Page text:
Space Debris Model

A model called MASTER-20091 has been developed at the Technical University (TU) of Braunschweig on behalf of the European Space Agency (ESA). This model reasonably predicts the particle flux for all orbits up to an altitude slightly above the geostationary orbit. The particle flux quantitatively indicates the number of particles that strike the surface of a satellite over a one year period – a normalized surface measure of one square metre is used. Measured data are used to validate the model. This modelling approach indirectly gives a good estimation of the expected particle count over a specified timeframe.

What is involved in modelling? At the TU Braunschweig a very sophisticated approach has been chosen. Every space debris-generating event ever documented in the history of space flight is simulated within the model. A forecasted debris cloud is generated which encompasses all particles larger than one micron in size. During a fragmentation event, each simulated piece of debris is assigned to its own orbit. Taking into account all perturbing forces that can occur in outer space, the orbits of these objects are propagated to a reference epoch. A huge debris population is represented for which orbital parameters are assigned to each particle. From this population, particle fluxes on satellite-based surfaces can be predicted. The model estimates many debris characteristics and parameters including: how many particles, from which direction they will impact a satellite, with what speed, and the size class.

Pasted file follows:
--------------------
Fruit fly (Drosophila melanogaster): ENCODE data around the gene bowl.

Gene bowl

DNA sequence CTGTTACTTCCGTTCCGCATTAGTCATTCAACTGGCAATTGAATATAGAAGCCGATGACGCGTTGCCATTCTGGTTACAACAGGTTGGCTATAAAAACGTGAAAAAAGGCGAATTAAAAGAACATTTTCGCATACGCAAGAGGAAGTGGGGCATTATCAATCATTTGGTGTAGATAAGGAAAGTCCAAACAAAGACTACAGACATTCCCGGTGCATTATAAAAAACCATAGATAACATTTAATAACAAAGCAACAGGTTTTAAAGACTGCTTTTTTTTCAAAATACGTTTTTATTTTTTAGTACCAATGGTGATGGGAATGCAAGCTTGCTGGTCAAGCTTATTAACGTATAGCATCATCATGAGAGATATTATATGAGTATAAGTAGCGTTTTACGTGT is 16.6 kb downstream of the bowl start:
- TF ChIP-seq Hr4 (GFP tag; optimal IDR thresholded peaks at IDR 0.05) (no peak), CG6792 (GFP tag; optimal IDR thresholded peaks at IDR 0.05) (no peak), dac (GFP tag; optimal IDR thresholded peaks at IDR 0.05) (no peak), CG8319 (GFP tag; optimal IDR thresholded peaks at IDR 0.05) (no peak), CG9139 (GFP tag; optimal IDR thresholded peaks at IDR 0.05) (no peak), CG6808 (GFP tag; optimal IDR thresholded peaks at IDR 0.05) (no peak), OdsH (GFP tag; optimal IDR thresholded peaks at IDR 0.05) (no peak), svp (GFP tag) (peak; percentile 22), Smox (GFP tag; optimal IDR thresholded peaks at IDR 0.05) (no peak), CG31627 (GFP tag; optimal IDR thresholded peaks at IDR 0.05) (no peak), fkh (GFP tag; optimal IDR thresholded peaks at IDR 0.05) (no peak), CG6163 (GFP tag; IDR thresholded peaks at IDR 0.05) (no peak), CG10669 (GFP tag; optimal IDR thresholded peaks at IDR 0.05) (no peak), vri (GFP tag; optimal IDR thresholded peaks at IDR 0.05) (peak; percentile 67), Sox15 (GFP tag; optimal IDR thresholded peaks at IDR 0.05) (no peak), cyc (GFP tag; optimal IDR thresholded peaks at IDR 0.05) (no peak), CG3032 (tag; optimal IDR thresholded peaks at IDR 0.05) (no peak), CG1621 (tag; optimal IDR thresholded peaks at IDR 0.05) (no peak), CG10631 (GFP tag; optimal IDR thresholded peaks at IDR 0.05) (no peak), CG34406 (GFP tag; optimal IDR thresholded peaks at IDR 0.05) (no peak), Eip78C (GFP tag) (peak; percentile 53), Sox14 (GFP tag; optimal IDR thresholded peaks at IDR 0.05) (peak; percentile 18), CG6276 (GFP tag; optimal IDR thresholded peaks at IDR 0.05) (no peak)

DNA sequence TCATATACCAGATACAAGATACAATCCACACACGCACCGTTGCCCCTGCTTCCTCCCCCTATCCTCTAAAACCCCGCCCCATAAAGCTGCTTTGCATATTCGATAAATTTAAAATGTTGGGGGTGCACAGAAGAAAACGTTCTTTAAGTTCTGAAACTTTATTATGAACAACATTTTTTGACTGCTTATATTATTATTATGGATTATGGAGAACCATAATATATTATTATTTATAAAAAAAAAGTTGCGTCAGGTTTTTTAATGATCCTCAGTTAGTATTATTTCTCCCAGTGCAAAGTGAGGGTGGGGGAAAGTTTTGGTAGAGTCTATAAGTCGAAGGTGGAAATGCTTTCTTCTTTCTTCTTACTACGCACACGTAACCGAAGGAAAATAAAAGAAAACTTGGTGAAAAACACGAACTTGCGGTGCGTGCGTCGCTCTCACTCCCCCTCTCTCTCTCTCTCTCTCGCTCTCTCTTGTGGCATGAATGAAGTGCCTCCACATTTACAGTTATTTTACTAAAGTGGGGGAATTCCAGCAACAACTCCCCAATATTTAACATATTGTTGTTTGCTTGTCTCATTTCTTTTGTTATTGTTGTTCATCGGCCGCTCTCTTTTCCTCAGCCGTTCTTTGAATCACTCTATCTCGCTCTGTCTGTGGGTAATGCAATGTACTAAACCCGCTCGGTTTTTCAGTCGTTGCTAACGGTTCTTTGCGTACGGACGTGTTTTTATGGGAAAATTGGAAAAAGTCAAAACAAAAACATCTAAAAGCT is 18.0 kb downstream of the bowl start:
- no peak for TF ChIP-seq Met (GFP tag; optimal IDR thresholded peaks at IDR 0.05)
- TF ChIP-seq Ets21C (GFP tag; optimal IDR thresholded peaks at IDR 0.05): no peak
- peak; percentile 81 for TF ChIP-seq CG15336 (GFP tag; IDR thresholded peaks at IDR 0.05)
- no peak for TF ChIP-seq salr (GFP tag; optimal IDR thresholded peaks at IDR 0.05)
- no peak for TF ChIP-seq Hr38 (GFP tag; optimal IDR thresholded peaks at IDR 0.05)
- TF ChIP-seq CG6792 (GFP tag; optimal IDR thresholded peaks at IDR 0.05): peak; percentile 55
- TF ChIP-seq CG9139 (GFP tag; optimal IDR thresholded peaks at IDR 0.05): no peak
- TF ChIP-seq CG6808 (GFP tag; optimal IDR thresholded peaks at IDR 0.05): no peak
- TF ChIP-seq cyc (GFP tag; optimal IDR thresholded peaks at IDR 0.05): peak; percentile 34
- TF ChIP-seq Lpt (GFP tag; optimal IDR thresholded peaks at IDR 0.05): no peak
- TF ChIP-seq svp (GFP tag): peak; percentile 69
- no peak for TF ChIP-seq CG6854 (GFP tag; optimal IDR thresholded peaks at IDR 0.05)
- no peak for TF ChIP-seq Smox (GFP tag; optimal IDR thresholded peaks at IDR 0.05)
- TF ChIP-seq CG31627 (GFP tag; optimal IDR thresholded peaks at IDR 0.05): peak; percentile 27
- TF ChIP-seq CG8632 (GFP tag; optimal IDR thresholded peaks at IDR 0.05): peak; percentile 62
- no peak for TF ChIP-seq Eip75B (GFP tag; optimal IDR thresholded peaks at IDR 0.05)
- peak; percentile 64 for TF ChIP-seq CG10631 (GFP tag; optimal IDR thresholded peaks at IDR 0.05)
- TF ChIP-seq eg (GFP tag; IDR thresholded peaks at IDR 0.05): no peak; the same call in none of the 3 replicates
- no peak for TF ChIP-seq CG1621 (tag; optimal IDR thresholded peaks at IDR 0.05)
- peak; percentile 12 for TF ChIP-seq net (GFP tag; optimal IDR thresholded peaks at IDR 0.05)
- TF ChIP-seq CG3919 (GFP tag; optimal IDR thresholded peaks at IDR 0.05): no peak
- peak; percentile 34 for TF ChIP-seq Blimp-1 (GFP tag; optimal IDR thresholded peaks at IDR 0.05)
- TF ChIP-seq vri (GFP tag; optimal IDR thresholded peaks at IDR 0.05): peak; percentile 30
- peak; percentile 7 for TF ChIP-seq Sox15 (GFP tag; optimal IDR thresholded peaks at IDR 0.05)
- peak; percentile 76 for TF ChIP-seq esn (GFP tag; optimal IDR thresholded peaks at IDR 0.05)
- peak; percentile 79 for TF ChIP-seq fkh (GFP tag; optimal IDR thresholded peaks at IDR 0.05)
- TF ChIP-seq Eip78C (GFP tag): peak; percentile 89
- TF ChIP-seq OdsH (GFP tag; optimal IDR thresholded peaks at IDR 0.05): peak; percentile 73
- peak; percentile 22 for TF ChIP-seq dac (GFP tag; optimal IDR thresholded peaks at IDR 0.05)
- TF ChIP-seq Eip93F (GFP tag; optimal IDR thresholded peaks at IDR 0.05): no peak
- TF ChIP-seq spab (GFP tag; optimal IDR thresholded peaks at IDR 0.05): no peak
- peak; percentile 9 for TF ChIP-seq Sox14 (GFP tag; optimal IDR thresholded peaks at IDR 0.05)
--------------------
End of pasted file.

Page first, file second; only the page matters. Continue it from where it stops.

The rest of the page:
Scientific Research